Traffic officer hits the streets full timeSpeeders are targeted in a new campaign by Bainbridge Police.
June 9, 2008 · Updated 3:47 PM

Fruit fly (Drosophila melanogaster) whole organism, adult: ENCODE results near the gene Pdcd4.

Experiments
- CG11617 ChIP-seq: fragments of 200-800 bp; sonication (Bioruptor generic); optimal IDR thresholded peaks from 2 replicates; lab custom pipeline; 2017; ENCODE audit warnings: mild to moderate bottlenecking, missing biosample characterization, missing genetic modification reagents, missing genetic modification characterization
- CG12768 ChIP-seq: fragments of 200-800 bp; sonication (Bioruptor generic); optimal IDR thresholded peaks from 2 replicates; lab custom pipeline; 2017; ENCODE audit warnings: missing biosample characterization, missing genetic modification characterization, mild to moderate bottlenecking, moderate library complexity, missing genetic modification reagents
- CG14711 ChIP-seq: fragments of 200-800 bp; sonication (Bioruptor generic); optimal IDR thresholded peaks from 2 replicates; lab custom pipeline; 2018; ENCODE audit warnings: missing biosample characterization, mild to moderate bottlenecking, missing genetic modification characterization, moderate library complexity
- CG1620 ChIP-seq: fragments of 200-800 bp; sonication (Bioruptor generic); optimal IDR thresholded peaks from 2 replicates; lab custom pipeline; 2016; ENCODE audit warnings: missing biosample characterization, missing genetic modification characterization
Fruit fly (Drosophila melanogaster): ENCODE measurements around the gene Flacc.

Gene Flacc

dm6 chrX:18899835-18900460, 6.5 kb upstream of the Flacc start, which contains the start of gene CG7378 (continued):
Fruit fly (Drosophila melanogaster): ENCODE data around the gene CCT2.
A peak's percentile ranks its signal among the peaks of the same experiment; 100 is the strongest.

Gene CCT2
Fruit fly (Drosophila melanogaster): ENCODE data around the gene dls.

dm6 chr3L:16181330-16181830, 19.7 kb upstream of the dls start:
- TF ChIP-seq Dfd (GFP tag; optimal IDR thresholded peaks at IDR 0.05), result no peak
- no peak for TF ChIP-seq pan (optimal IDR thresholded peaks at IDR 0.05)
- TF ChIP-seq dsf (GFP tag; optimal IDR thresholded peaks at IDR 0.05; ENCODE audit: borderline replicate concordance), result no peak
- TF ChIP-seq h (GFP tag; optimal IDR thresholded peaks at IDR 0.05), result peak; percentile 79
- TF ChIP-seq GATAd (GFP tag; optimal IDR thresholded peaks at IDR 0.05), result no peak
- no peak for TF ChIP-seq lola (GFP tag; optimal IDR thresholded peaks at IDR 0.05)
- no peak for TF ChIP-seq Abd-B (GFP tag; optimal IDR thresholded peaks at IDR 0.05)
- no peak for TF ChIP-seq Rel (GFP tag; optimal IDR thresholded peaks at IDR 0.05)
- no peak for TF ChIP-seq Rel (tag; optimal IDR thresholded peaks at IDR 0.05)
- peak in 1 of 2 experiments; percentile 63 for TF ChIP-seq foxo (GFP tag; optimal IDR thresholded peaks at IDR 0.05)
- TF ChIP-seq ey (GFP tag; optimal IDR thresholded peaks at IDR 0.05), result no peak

"Radar loves a blind corner. The crest of a hill will do just fine, too, as a driver on New Brooklyn Road is about to find out.Coming into sudden view from the direction of Mandus Olson Road, a Volvo zips over the hill, greeted by the sight of Bainbridge Police Officer Rob Corn. On the latter's dashboard, a small radar unit clocks the vehicle's speed and - click! - locks on.I'll take 58 in a 40, Corn says as the vehicle goes past, its driver tapping a belated foot to the brake. The red-and-blues light up, Corn does a quick U-turn, and a minute later he's chatting to the driver through her rolled-down window. Corn hit the streets at 6 a.m. Monday, on his new assignment as full-time traffic enforcement officer. Over the course of a not-too-busy morning, he issued four citations and as many written warnings, contacting still other drivers about possible registration violations or outstanding warrants.On Miller Road, a Poulsbo contractor bound for a south-end job site is caught flying around the curve from the highway; Corn gives him a break on his speed - 15 mph over the limit - but cites him for no insurance.On High School Road, a BHS student is nicked for doing 48 mph in a 25 zone on her way to school. After speaking with the driver, Corn uses his discretion to knock the citation and its attendant fine down a notch.It was her first ticket, he says. She was crying. She learned her lesson.The traffic enforcement position - made possible as the police department gets up to full strength through new hires and training - marks a high-profile turn for the campaign against local speeders.(Speeding is) an identifiable problem, not a perceived one, said Bainbridge Police Chief Bill Cooper. Our goal is just to get people to slow down.But Cooper, a long-time crash investigator, calls traffic work the bastard child of law enforcement - police commit far fewer resources to roadway safety than to crime, even though the social cost in lost lives and property is three to five times higher. Cooper now has the resources to shift the Bainbridge department's focus in a direction more to his liking. And he cites the three traffic fatalities he's seen in his two years as Bainbridge chief - one blamed on alcohol and drug use, one on icy road conditions, one to driver inattention on the highway- as reason to raise awareness of safe travel and slower speeds.Violators will learn that trying to catch the ferry is not likely to fly as a valid excuse.A lot of it comes down to people being late, Cooper said. Leave a couple of minutes earlier, and life will be easier for everybody.In the short term, the traffic officer will be a visible presence on the streets and should have plenty of contact with citizens. A hoped-for residual benefit is what police call the halo effect - the tendency for drivers to slow down when they see other motorists pulled over.Long-term, Cooper hopes to see fewer crashes around the island, and enforcement will focus in part on areas where collisions have been frequent. The enforcement program will be complemented by an educational component later this year. Using a new, portable radar speed display - which replaces a heavy and poorly designed unit that was purchased last year but never hit the streets - citizen volunteers will be asked to monitor speeds in their own neighborhoods. License plate numbers of offenders will be recorded, Cooper said, and drivers who turn up on the list repeatedly will get a personal visit from an officer.For now, though, the program is tilted toward direct enforcement.Its figurehead is Corn, who grew up on the island and has been associated with the department since becoming a police cadet under former Chief John Sutton in 1989. A 1993 BHS graduate, he joined the department in 1998 after five years' service the military police. I left the Army on Friday, and was working here Monday morning, he said. I wasn't unemployed very long.Having volunteered for the new traffic position, he is charged with combating a speeding problem that has sparked complaints island-wide. More than 60 problems areas were identified by police last year, with that number since halved through investigation and spot enforcement.Areas sure to be targeted include Eagle Harbor Drive - Corn wrote nine tickets in a single afternoon on that stretch, with the slowest being for 16 mph over the limit - arterials like Miller Road, and anywhere with steep hills that inspire some drivers to charge to the bottom. Motorcyclists speeding off the ferry will also be targeted, Cooper said.Among egregious violators, Corn recently cited a driver for going 81 mph on Koura Road. Another Bainbridge officer nabbed a driver doing 92 mph on New Brooklyn Road over the weekend.And while other patrol officers will respond to routine calls for thefts, vandalism and the like, Corn won't be pulled off the road except for emergencies.His hours will be staggered throughout the week - Monday and Tuesday, early mornings; Wednesday, mid-morning to late afternoon; Thursday and Friday, late morning to early evening.Lest people get too comfortable with those hours, Cooper said, they are adjustable. "